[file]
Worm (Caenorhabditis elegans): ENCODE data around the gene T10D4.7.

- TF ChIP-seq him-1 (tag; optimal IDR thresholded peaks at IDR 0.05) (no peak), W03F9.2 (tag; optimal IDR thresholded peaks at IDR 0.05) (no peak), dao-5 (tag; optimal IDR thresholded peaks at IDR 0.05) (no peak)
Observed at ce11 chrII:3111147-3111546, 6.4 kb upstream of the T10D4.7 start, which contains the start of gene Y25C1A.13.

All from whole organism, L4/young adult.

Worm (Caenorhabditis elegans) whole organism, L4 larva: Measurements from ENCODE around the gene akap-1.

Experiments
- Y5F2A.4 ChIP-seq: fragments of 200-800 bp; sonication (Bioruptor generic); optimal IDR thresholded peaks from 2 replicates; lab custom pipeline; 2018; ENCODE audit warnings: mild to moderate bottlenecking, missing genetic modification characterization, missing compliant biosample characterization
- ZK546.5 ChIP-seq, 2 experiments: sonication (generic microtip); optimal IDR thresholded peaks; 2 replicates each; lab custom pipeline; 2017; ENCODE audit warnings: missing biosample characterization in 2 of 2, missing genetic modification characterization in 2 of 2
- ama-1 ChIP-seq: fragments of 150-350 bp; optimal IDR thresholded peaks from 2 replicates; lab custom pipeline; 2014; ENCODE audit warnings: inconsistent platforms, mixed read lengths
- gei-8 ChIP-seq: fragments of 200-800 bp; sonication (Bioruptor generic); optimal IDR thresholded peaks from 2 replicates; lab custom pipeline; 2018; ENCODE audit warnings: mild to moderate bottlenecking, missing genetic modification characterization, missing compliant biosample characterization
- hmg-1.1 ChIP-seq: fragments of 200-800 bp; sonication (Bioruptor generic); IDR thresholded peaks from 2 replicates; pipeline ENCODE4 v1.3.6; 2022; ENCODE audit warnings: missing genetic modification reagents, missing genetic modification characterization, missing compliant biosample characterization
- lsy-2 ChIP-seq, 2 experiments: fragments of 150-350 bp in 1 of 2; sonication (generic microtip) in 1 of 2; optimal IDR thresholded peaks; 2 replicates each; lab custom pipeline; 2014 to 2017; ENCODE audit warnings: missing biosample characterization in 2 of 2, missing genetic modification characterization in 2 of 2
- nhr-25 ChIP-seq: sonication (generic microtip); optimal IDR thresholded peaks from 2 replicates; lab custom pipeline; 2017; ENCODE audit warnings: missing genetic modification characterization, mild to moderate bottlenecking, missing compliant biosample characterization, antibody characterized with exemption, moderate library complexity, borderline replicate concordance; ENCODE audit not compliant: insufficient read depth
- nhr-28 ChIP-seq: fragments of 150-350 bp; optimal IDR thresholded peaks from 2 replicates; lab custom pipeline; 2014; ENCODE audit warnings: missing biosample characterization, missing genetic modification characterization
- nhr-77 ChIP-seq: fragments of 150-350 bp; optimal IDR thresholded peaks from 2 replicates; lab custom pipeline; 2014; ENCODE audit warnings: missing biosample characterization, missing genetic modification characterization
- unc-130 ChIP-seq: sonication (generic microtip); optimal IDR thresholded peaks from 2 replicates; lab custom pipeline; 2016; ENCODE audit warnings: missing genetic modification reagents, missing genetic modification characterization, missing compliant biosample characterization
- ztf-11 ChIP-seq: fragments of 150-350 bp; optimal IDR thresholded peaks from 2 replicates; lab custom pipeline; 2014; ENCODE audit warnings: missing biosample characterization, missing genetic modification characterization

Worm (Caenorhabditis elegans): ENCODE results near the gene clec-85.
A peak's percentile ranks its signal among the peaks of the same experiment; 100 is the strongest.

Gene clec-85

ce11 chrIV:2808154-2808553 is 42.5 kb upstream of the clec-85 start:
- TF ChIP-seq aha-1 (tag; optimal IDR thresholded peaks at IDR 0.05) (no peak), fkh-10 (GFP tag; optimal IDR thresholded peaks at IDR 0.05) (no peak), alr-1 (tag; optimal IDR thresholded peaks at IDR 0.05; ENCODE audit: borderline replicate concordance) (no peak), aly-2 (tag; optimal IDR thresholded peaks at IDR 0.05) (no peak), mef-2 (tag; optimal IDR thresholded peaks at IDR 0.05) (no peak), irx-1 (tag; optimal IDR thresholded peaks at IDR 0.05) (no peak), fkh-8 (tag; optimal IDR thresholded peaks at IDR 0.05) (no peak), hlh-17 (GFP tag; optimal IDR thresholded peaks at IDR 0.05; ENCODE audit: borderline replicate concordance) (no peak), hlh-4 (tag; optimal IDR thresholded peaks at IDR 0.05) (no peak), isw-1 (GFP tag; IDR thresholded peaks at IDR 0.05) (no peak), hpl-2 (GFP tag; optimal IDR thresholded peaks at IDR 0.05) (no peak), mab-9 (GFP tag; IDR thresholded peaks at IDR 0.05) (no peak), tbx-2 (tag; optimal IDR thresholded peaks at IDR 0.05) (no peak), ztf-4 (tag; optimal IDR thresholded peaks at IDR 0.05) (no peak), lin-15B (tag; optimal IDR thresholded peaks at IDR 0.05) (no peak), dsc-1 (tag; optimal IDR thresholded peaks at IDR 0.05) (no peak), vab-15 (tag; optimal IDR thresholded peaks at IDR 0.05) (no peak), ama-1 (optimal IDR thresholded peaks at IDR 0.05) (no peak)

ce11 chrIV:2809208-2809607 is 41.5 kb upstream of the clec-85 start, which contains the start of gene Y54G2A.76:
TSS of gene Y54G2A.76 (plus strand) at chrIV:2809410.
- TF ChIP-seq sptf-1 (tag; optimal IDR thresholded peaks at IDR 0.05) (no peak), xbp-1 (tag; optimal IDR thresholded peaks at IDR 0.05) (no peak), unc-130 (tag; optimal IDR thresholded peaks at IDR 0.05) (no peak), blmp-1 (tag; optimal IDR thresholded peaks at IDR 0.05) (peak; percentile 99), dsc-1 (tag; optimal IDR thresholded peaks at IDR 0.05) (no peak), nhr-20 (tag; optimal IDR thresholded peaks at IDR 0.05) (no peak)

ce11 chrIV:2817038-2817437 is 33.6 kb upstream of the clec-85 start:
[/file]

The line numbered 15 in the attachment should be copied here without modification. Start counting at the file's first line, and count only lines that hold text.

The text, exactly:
- nhr-77 ChIP-seq: fragments of 150-350 bp; optimal IDR thresholded peaks from 2 replicates; lab custom pipeline; 2014; ENCODE audit warnings: missing biosample characterization, missing genetic modification characterization